Untimely death of an insurance plan
Managers policies dealt fatal blow by growing life expectancies. Now what?
Why did the Finance Ministry's insurance commissioner intervene in the market for managers insurance?
Well, there were five tough years of deliberations after the commissioner found that among the world's insurance companies, only Israeli firms assume the risk of guaranteeing the life-expectancy component of pension payments for people just beginning to save.
This week ended in a decision to ban selling such policies. From now on, the life-expectancy factor will be fixed starting only from age 55. Of course, it's easier to project life expectancy for older people, with the risk to insurance companies much lower.
The meaning: Until now, a 30-year-old could expect the payout on a policy to remain intact even if he or she lived longer than the insurance company had predicted when the policy was taken out.
Why did the penny drop now?
Last year's actuarial estimates found life expectancy rising much faster than indicated by the previous estimate in 2008. There's a two-year gap between the projections - a huge difference when it comes to liabilities.
The discovery showed that even the best experts can't adequately predict life expectancies. If they missed the mark by so wide a margin inside three years, how can they provide an accurate estimate for 70 years down the line? The commissioner decided that the uncertainty and risk could threaten the companies' stability.
Will the public lose out?
Yes. The decision narrows the range of retirement schemes available. There will no longer be an option of choosing between pension plans with or without a guaranteed life-expectancy factor. The first option - buying into a whole life policy at any age - won't exist any longer. And by definition, limiting the choices available to policyholders worsens their position.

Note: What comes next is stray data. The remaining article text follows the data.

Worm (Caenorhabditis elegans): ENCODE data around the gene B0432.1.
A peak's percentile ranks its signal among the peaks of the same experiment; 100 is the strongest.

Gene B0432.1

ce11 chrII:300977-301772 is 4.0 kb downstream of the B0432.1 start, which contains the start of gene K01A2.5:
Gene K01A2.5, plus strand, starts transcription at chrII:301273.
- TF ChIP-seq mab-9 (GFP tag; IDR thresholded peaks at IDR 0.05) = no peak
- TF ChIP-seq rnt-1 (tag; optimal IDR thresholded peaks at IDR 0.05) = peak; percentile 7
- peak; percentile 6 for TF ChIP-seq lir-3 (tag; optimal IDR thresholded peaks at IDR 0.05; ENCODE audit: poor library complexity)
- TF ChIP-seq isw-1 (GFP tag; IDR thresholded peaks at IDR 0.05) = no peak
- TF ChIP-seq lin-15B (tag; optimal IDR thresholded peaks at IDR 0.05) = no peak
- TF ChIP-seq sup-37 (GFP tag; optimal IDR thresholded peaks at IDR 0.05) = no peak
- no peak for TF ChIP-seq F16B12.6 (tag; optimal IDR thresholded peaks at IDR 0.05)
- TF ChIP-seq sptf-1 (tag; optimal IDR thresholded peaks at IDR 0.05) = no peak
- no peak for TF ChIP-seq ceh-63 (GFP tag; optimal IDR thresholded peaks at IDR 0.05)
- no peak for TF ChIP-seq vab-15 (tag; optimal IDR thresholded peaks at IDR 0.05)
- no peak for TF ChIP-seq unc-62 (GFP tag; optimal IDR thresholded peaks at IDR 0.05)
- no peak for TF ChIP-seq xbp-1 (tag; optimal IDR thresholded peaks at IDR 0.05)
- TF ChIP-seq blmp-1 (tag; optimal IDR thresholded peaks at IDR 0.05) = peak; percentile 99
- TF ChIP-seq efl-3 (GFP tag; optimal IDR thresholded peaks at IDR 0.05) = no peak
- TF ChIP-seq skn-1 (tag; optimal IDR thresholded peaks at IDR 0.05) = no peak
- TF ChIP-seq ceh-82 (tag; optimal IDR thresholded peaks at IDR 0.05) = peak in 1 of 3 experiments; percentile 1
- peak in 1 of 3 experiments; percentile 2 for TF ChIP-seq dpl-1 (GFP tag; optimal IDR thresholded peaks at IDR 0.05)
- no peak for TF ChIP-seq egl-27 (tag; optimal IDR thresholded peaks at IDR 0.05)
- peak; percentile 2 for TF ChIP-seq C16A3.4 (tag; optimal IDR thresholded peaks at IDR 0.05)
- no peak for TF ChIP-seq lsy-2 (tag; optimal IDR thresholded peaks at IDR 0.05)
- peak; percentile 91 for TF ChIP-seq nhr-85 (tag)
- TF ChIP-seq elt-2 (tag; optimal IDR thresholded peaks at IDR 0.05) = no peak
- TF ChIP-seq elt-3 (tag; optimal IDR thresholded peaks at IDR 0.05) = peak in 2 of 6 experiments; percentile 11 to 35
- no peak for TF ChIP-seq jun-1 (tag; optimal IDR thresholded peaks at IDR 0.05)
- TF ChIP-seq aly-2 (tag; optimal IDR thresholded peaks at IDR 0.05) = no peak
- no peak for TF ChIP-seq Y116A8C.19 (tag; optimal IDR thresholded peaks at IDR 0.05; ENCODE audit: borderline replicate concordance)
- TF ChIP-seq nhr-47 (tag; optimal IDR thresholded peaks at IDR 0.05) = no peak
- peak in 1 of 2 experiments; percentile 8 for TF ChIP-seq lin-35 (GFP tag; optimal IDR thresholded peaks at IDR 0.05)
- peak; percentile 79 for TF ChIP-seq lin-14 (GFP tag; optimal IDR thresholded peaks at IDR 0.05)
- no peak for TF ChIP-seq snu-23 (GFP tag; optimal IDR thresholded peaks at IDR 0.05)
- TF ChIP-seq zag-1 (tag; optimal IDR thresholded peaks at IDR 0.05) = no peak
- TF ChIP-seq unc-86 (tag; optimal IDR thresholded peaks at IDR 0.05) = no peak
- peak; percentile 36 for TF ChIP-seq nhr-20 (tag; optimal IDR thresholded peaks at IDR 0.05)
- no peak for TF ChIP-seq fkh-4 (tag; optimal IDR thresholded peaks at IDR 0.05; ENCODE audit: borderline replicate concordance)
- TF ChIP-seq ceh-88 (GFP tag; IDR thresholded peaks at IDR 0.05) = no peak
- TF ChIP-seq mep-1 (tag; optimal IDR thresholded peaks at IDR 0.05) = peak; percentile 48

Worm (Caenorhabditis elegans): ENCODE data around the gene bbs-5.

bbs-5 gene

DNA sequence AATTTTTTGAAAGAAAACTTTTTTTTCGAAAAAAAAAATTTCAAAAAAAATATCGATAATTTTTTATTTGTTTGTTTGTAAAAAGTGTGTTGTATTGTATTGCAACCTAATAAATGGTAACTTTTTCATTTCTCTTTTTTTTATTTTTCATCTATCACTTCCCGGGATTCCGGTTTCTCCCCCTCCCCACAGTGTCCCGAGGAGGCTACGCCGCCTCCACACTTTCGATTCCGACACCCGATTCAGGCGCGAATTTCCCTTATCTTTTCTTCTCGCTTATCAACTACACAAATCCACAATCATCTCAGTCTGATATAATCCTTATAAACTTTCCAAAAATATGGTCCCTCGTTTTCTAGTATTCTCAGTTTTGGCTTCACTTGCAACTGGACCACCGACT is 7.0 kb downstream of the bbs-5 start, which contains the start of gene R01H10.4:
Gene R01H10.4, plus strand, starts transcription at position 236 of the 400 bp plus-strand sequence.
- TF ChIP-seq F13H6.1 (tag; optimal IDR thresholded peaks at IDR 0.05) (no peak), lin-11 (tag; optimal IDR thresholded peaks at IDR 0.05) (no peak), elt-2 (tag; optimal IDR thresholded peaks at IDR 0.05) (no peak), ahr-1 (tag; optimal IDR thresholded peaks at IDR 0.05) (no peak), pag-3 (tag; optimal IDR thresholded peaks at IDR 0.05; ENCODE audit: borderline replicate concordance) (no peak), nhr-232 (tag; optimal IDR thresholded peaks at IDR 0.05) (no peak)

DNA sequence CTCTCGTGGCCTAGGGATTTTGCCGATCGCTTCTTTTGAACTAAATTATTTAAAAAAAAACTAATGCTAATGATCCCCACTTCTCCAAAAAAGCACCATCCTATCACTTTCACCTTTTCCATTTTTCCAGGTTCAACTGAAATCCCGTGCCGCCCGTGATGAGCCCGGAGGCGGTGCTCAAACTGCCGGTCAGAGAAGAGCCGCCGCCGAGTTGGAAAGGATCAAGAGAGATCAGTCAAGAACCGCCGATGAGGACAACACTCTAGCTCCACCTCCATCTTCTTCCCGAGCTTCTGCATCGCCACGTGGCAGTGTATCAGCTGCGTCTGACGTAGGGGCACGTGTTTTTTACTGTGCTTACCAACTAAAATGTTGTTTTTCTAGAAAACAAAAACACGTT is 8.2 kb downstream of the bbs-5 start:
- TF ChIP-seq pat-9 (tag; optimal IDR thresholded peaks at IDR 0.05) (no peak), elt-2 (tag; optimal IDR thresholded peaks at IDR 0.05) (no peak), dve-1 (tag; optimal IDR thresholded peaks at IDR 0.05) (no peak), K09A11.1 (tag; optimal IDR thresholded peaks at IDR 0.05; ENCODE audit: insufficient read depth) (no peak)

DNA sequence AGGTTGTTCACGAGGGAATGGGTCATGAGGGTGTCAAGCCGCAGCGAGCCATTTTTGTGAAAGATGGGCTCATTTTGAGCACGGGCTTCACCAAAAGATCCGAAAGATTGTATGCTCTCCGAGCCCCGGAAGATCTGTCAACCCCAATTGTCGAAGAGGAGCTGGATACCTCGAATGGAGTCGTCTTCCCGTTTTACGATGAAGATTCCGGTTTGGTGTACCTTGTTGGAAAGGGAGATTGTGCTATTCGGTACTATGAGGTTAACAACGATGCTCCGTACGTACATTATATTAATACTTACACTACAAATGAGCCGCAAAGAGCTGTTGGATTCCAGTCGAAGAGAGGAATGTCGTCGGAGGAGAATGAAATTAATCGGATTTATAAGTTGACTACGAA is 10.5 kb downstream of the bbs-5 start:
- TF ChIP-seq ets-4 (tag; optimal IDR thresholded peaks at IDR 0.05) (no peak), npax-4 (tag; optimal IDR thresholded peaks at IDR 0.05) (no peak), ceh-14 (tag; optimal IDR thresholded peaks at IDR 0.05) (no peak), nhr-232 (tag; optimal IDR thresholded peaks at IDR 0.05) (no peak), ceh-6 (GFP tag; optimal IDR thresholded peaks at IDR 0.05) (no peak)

But even today most people saving for retirement don't enjoy guaranteed life expectancy; the vast majority save through pension funds, not through managers insurance, so most people won't be affected.
Will the change sting the insurance companies?
If guaranteed whole life insurance is so risky that it isn't offered by any insurance company elsewhere, why would Israeli companies voluntarily insist on selling the product? The reason is its enormous market appeal.
Legions of insurance agents persuaded clients to choose managers insurance over pension funds because of its guaranteed life-expectancy component. Other than that, pension funds are safer and cheaper. The companies will shed the huge risk involved in insuring life expectancy but will also lose their chief marketing tool.
The biggest victims are Migdal, which has 36% of the market NIS 150 billion industry, followed by Clal (23%) and Harel (13%).
Does this spell the end for managers insurance?
Beyond doubt, managers insurance has been dealt a fatal blow. Its main added value over the much cheaper pension funds has been the insured life expectancy, which is now gone. Some observers think managers insurance is now a thing of the past, leaving retirement insurers with just one product: the pension fund. It is certainly inconceivable that management fees on managers insurance - 4% on money deposited and 1.05% on the cumulative balance - will be higher than those for pension funds..
Is it a good idea to buy managers insurance now, before it's too late?
The insurance commissioner allowed insurance companies to continue selling managers insurance in its current form until the end of 2012. A mad rush to buy the product is expected before time runs out, so he also restricted the amount that can be sold until then.
The limiting of supply and higher demand should make the price of insurance jump, as well as the updated life-expectancy forecast, which in any case would boost the tab. So is it still worthwhile to hurry and acquire managers insurance before time runs out?
Opinions vary, but even before the announcement and the expected price hike, many pension experts claimed that guaranteed life-expectancy insurance wasn't worthwhile. Since the insurance companies knew they were dealing with highly risky coverage, they would have escalated its price over the years.
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